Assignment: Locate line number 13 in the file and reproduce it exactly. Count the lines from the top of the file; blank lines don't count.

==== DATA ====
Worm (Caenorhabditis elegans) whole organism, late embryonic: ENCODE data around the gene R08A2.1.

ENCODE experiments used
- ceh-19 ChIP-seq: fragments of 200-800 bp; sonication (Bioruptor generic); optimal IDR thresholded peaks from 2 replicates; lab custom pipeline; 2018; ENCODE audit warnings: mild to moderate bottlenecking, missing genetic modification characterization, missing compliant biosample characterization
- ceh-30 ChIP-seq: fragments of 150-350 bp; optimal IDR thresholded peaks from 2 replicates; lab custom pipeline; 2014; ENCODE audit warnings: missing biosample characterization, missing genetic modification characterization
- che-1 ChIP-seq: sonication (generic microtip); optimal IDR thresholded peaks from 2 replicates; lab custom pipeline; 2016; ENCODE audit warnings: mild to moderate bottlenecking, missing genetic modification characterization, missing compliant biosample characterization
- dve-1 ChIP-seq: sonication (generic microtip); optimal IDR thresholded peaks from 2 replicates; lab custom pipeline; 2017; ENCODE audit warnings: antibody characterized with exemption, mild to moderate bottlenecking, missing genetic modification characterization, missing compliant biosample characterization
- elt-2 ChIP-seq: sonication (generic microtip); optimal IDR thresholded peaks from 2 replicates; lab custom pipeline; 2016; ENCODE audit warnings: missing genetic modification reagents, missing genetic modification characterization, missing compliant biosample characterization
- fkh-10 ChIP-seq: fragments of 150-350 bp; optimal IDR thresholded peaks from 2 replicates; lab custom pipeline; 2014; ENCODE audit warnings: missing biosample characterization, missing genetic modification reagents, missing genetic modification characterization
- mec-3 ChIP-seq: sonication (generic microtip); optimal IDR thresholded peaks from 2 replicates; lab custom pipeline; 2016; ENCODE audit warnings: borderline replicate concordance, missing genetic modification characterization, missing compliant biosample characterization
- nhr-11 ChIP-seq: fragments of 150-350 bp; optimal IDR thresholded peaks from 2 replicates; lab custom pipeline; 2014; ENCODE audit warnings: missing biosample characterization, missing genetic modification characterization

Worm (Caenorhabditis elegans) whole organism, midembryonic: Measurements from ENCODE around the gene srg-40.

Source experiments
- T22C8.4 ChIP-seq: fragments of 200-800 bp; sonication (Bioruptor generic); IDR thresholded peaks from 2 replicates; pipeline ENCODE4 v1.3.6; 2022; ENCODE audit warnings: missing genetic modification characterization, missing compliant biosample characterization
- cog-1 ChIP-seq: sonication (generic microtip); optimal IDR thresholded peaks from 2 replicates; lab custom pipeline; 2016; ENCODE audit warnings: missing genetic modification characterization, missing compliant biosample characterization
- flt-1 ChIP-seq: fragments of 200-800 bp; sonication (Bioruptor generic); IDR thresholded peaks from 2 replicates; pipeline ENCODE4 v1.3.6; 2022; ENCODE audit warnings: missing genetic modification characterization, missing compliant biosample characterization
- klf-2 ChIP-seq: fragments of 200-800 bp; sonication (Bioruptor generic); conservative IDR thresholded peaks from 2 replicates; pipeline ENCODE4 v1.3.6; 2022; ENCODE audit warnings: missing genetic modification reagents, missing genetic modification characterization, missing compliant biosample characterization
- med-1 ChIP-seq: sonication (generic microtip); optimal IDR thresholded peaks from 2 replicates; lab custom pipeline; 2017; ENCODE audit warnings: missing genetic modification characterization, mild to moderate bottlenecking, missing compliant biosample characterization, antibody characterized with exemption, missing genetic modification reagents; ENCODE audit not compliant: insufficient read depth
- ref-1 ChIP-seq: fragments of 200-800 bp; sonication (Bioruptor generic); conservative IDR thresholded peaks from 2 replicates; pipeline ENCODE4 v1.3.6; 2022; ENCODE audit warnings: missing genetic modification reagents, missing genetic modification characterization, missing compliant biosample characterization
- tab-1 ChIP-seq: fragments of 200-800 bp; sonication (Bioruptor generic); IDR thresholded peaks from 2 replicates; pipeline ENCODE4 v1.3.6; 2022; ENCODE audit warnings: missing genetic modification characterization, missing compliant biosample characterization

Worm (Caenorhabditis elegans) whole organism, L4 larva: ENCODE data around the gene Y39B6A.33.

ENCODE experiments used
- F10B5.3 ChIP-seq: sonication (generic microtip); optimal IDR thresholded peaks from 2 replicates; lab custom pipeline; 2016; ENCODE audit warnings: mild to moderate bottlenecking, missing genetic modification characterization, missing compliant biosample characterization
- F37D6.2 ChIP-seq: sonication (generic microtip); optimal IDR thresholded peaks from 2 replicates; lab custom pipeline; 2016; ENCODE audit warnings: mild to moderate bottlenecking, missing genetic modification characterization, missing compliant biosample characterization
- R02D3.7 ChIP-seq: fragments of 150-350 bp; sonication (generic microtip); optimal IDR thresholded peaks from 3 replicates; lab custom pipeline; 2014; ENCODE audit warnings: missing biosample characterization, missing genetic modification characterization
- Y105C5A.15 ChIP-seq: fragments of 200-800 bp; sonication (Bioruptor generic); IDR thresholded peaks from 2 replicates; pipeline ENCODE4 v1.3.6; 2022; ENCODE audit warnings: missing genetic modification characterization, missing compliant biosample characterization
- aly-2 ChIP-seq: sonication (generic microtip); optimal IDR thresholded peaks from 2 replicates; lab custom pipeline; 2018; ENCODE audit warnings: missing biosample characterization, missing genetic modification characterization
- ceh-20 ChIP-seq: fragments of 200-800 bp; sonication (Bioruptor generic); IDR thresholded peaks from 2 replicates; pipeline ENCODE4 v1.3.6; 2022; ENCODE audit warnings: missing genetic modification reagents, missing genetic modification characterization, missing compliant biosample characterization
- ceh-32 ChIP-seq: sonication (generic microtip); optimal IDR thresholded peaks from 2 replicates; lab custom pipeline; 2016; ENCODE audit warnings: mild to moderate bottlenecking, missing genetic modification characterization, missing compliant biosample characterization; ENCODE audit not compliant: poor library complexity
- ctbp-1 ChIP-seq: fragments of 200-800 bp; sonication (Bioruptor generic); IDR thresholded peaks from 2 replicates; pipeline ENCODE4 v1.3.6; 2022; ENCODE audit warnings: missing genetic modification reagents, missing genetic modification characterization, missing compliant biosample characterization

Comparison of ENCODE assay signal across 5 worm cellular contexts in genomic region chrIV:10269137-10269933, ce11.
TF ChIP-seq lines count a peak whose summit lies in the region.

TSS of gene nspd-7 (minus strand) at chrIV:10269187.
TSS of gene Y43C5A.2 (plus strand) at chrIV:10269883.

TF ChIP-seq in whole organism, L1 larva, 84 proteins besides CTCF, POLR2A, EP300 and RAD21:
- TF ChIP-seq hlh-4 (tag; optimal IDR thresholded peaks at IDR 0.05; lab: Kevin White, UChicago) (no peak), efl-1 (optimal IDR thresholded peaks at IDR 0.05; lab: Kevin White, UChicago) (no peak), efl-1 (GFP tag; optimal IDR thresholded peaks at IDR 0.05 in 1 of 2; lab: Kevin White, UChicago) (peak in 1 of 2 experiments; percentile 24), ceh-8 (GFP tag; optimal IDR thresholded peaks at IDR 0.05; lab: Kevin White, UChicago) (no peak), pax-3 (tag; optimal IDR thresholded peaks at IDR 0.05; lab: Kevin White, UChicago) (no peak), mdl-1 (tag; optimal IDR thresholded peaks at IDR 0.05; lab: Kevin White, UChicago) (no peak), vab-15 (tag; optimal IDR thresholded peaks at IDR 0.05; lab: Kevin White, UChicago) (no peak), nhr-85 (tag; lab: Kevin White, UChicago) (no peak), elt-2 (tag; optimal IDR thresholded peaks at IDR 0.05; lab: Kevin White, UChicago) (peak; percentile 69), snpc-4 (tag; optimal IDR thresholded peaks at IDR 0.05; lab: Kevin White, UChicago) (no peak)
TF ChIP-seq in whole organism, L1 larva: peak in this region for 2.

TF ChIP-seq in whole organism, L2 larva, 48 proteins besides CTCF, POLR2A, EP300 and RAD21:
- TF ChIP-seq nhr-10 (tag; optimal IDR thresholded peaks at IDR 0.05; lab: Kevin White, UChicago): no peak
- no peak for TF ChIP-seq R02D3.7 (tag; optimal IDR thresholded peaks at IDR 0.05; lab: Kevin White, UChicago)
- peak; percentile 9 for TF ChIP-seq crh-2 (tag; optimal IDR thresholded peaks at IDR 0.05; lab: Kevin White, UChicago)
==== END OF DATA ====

- T22C8.4 ChIP-seq: fragments of 200-800 bp; sonication (Bioruptor generic); IDR thresholded peaks from 2 replicates; pipeline ENCODE4 v1.3.6; 2022; ENCODE audit warnings: missing genetic modification characterization, missing compliant biosample characterization